A Tradition Tamed
Police Bite Back on Lion Injuries
The lion has been keeping watch over Kaufmann Mall for over fifteen years. The rise in injuries occurring while riding the lion have caused the Old Dominion Police Department to crack down. A camera was placed atop the Webb Center with a direct line to the police department to prevent students from even attempting to ride the lion.
For over 15 years the lion has kept watch over Kaufman Mall. The rise in injuries resulting from riding the lion has caused the Old Dominion University police department to crack down on the antics. Now, a camera placed atop Webb Center has a direct line to the police department to deter students from attempting to ride the lion.
ODUPD has bumped up security in response to a serious injury that resulted from riding the lion. Police Chief Harris claims the injured student received puncture wounds on the abdomen and/or back. However, the specific details of the injury could not be released, due to confidentiality restrictions. This injury brought the issue to the forefront of concerns, resulting in the security camera at the Webb Center.
“There is a security officer that is assigned to the Webb Center. We have asked that during their patrols, that they also monitor the lion,” Police Chief Harris said. The dispatch center watches the camera and alerts security officers when people are trespassing.
Students who are caught riding the lion can be charged with trespassing, and will be sent to the Office of Student Conduct & Academic Integrity for sentencing.
“The lion was not intended to have people climb through the fountain and get on it. I don’t think it was intended to have people who are drinking climb through the water and climb on it,” Police Chief Harris said.
Jennifer Foss, director of student health services, has many concerns with the custom. After, being with the university for 21 years, Foss remembers the year the lion was erected on Kaufmann Mall. She said ‘four to five students per year report serious injuries from riding the lion and this number is up from previous years.’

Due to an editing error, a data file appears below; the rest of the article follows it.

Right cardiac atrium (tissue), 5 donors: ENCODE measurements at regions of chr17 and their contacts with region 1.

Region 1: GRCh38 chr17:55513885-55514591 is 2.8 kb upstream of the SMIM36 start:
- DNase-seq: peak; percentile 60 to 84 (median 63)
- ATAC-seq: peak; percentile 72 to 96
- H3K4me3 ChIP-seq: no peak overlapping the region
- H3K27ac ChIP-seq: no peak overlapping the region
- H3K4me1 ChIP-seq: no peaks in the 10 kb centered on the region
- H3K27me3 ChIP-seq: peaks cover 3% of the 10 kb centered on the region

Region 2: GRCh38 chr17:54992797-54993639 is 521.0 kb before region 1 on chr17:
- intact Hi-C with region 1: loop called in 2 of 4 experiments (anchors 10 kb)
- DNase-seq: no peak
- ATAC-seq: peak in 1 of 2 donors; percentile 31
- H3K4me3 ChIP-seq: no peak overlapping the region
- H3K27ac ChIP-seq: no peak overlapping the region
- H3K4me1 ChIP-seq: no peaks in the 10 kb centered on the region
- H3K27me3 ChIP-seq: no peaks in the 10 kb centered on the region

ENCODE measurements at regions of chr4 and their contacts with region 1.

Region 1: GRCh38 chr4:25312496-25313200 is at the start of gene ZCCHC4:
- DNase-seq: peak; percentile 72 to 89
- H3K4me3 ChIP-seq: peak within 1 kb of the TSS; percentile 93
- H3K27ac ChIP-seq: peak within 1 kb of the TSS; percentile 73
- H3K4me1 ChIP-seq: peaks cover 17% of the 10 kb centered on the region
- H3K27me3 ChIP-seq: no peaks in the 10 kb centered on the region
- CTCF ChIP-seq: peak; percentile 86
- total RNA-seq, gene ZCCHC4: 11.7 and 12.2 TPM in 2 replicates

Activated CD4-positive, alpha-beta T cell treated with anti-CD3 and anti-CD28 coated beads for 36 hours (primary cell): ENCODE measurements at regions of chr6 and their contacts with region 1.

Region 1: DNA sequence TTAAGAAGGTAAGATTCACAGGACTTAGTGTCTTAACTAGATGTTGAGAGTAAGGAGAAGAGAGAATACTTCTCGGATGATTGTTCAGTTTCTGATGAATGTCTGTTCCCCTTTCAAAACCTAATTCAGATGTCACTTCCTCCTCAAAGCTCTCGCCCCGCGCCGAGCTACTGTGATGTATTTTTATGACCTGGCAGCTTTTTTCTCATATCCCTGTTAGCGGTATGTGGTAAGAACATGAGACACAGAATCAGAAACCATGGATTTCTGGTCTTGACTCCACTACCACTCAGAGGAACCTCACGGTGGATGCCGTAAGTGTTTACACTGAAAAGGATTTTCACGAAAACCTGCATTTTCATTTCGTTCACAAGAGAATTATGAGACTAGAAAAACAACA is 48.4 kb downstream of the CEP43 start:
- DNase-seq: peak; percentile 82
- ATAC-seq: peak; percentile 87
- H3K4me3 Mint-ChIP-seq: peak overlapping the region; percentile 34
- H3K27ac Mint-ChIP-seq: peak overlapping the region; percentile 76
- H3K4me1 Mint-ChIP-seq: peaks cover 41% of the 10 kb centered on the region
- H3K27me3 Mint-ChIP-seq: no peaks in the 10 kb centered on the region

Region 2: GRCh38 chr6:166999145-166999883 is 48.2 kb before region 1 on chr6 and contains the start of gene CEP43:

“As young adults a lot of students think they’re invincible and nothing can happen to them… They see their peers doing it, good old-fashioned peer-pressure. It seems like a fun thing to do, so they fail to realize the dangers involved with climbing the lion,” Kathy Smothers, president of student health advisory committee (SHAC) said. SHAC was not aware of the number of injuries related to the lion every semester, but plans to hold health related promotions on the issue in the upcoming semester.
“I want to do a good job about communicating what happens on campus with the students, particularly about safety stuff,” Police Chief Harris said.
There have been discussions about the traditions across the university. Many faculty members acknowledge the seal superstitions, Big Blue and now Charles the Monarch as a part of ODU traditions but wince when regarding the riding of the lion. Police Chief Harris, Foss and Smothers agree that the tradition came from the students and not from the school.
Foss believes the students are the ones who make the traditions at Old Dominion University. Throughout time, this “tradition” was passed on from class to class and made a rite of passage. Foss poses this question to student groups on campus: “Why not start a new tradition that is safer for everyone to participate in?” She believes people enjoy the thrill of riding the lion, but hopes to spark a new tradition that will have the same thrill without the danger.
By: Megan Jefferson